Change your files

This step should be blatantly obvious, but some users still skip it. If you committed a password, change it! If you committed a key, generate a new one. If you commited private files remove them.
Once the commit has been pushed you should consider the data to be compromised.

Purge the file from your repo

Now that the password is changed, you want to remove the file from history and add it to the.gitignore to ensure it is not accidentally re-committed. For our examples, we're going to removeRakefile from the GitHub gem repo.
$ git clone
# Initialized empty Git repository in /Users/tekkub/tmp/github-gem/.git/
# remote: Counting objects: 1301, done.
# remote: Compressing objects: 100% (769/769), done.
# remote: Total 1301 (delta 724), reused 910 (delta 522)
# Receiving objects: 100% (1301/1301), 164.39 KiB, done.
# Resolving deltas: 100% (724/724), done.

$ cd github-gem

$ git filter-branch --index-filter 'git rm --cached --ignore-unmatch Rakefile' \
  --prune-empty --tag-name-filter cat -- --all
# Rewrite 48dc599c80e20527ed902928085e7861e6b3cbe6 (266/266)
# Ref 'refs/heads/master' was rewritten
This command will run the entire history of every branch and tag, changing any commit that involved the file Rakefile, and any commits afterwards. Commits that are empty afterwards (because they only changed the Rakefile) are removed entirely. Now that we've erased the file from history, let's ensure that we don't accidentally commit it again.
Please note that this will overwrite your existing tags.
$ echo "Rakefile" >> .gitignore

$ git add .gitignore

$ git commit -m "Add Rakefile to .gitignore"
# [master 051452f] Add Rakefile to .gitignore
#  1 files changed, 1 insertions(+), 0 deletions(-)
This would be a good time to double-check that you've removed everything that you wanted to from the history. If you're happy with the state of the repo, you need to force-push the changes to overwrite the remote repo.
$ git push origin master --force
# Counting objects: 1074, done.
# Delta compression using 2 threads.
# Compressing objects: 100% (677/677), done.
# Writing objects: 100% (1058/1058), 148.85 KiB, done.
# Total 1058 (delta 590), reused 602 (delta 378)
# To
#  + 48dc599...051452f master -> master (forced update)
You will need to run this for every branch and tag that was changed. The --all and --tags flags may help make that easier.

Cleanup and reclaiming space

While git filter-branch rewrites the history for you, the objects will remain in your local repo until they've been dereferenced and garbage collected. If you are working in your main repo you might want to force these objects to be purged.
$ rm -rf .git/refs/original/

$ git reflog expire --expire=now --all

$ git gc --prune=now
# Counting objects: 2437, done.
# Delta compression using up to 4 threads.
# Compressing objects: 100% (1378/1378), done.
# Writing objects: 100% (2437/2437), done.
# Total 2437 (delta 1461), reused 1802 (delta 1048)

$ git gc --aggressive --prune=now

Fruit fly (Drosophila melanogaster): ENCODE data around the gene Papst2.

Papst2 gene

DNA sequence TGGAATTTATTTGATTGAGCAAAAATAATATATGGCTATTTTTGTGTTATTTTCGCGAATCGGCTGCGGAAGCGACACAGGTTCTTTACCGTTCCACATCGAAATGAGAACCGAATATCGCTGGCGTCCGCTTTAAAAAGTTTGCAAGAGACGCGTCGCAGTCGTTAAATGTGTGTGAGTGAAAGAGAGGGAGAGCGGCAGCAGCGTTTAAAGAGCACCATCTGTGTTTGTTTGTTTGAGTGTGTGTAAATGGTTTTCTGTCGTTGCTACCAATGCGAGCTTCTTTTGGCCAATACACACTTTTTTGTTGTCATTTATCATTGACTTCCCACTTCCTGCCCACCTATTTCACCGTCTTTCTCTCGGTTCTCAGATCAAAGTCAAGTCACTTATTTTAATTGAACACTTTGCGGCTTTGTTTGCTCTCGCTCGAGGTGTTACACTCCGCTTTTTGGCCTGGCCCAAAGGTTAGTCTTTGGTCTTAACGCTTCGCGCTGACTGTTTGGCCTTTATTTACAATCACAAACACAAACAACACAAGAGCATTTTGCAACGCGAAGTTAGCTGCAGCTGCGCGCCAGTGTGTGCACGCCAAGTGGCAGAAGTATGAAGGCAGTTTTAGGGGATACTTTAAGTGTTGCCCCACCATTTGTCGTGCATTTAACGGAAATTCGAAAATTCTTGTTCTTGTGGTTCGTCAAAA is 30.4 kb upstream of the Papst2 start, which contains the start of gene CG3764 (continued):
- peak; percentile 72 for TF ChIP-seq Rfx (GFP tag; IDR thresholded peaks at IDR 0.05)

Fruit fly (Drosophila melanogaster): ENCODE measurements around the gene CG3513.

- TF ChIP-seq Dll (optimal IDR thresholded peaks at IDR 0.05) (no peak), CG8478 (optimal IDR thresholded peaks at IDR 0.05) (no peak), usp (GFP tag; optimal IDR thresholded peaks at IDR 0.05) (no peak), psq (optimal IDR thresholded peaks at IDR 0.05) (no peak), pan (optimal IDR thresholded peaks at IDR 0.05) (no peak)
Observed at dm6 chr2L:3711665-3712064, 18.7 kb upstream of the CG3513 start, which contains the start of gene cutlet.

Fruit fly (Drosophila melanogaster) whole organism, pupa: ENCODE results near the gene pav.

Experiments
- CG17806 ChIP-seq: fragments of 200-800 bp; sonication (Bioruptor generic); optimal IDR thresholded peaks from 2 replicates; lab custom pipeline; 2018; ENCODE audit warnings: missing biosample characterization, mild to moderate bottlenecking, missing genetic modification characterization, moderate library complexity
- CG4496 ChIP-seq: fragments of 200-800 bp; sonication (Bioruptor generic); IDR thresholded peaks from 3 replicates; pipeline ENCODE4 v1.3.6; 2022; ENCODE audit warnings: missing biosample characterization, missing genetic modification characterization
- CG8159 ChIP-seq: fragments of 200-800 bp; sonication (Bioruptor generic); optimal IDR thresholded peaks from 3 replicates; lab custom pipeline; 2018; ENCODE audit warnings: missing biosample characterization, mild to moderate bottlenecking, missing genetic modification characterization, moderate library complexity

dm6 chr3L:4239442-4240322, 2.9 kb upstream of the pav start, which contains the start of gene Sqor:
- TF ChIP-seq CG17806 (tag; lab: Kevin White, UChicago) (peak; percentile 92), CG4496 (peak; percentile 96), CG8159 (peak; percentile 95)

# Counting objects: 2437, done.
# Delta compression using up to 4 threads.
# Compressing objects: 100% (2426/2426), done.
# Writing objects: 100% (2437/2437), done.
# Total 2437 (delta 1483), reused 0 (delta 0)
Note that pushing the branch to a new or empty GitHub repo and then making a fresh clone from GitHub will have the same effect.

Dealing with collaborators

You may have collaborators that pulled your tainted branch and created their own branches off of it. After they fetch your new branch, they will need to use git rebase on their own branches to rebase them on top of the new one. The collab should also ensure that their branch doesn't reintroduce the file, as this will override the .gitignore file. Make sure your collab uses rebase and not merge, otherwise he will just reintroduce the file and the entire tainted history... and likely encounter some merge conflicts.

Cached data on GitHub

Be warned that force-pushing does not erase commits on the remote repo, it simply introduces new ones and moves the branch pointer to point to them. If you are worried about users accessing the bad commits directly via SHA1, you will have to delete the repo and recreate it. If the commits were viewed online the pages may also be cached. Check for cached pages after you recreate the repo, if you find any open a ticket on GitHub Support and provide links so staff can purge them from the cache.

Avoiding accidental commits in the future

There are a few simple tricks to avoid committing things you don't want committed. The first, and simplest, is to use a visual program like GitHub for Mac or gitx to make your commits. This lets you see exactly what you're committing, and ensure that only the files you want are added to the repo. If you're working from the command line, avoid the catch-all commands git add . and git commit -a, instead use git add filename and git rm filename to individually stage files. You can also use git add --interactive to review each changed file and stage it, or part of it, for commit. If you're working from the command line, you can also use git diff --cached to see what changes you have staged for commit. This is the exact diff that your commit will have as long as you commit without the -a flag.

Other reading